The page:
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Tighten a Loose Outlet

Quick fix for a squishy outlet

FH03DJA_TIGOUT_01-2Family Handyman
Do you have outlets with cracked cover plates? The outlet box was probably set too deep, leaving the outlet unsupported. Here's a quick fix that doesn't require a trip to the hardware store.

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Make a custom-depth spacer

Photo 1: Turn off breaker

Turn off the power at the main panel and remove the broken cover plate. The drywall is often broken behind the outlet ears, leaving them unsupported.

Photo 2: Make a coil

Strip the exterior sheathing off a 12-in. scrap of 12- or 14-gauge electrical cable and remove one of the individual wires. Twist the wire into a tight coil with a needle-nose pliers.

Photo 3: Snip to size

Press the coiled end tight to the outlet-mounting screw hole. Snip the coil so it extends just past the wall; the insulation will compress slightly when tightened.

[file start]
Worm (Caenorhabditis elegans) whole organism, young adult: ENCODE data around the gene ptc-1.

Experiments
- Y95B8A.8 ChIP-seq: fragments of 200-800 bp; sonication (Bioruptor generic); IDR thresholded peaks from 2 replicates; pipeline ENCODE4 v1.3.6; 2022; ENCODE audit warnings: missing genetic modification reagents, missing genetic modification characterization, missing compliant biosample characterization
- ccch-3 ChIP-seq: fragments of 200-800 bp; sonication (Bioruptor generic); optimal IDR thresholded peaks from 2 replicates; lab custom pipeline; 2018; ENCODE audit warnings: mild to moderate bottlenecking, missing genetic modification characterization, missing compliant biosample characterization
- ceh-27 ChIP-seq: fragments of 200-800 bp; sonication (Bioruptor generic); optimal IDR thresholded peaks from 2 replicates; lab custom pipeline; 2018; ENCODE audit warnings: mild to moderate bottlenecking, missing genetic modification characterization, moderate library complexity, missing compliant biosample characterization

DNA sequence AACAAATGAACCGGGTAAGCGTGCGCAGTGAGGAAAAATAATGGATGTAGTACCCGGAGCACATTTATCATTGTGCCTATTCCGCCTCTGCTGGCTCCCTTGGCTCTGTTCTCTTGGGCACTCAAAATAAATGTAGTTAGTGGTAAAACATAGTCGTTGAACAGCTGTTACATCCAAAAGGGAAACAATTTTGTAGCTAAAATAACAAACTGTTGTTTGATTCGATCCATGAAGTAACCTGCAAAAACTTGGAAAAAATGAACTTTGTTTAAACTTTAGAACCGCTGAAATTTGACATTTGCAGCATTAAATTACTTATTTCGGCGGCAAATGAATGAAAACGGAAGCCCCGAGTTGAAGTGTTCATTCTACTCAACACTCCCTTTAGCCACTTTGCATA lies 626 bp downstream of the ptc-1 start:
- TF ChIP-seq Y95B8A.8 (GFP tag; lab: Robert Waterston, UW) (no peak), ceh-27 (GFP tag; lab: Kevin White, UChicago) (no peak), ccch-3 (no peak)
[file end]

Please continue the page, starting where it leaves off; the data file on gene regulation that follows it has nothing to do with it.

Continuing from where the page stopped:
Photo 4: Tighten down

Slide the coil spacer over the outlet-mounting screw. Screw the outlet down until the outlet ears are flush to the wall.

A loose outlet pushes in every time you insert a plug. Often it happens because the cutout around the outlet box is too big. When the drywall is taped, gaps around the electrical boxes are filled with mud, which supports the outlet ears. In a heavily used outlet, this mud breaks loose, leaving the outlet ears unsupported. Eventually the cover plate cracks. A scrap of 12- or 14-gauge electrical wire and a few common tools are all you’ll need to lock that outlet down tight.

Start by shutting off the power to the outlet (Photo 1). Photos 2 and 3 show how to convert scrap electrical wire into a coiled spacer, which will bridge the gap between the outlet and the electrical box. Once the spacer is completed, install it between the outlet and electrical box as shown in Photo 4. Note: If the face of the box isn’t flush with a wood or combustible-material wall, or the box is more than 1/4 in. behind a drywall wall, you must add a box extender.

CAUTION!

Shut off power to the outlet at the main panel, then check the wires with a voltage tester to make sure.

Required Tools for this Project

Have the necessary tools for this DIY project lined up before you start—you’ll save time and frustration.

  • 4-in-1 screwdriver
  • Needle-nose pliers
  • Non-contact voltage tester
  • Utility knife
  • Wire stripper/cutter

Required Materials for this Project

Avoid last-minute shopping trips by having all your materials ready ahead of time. Here’s a list.

  • Several inches of 12- or 14-gauge electrical wire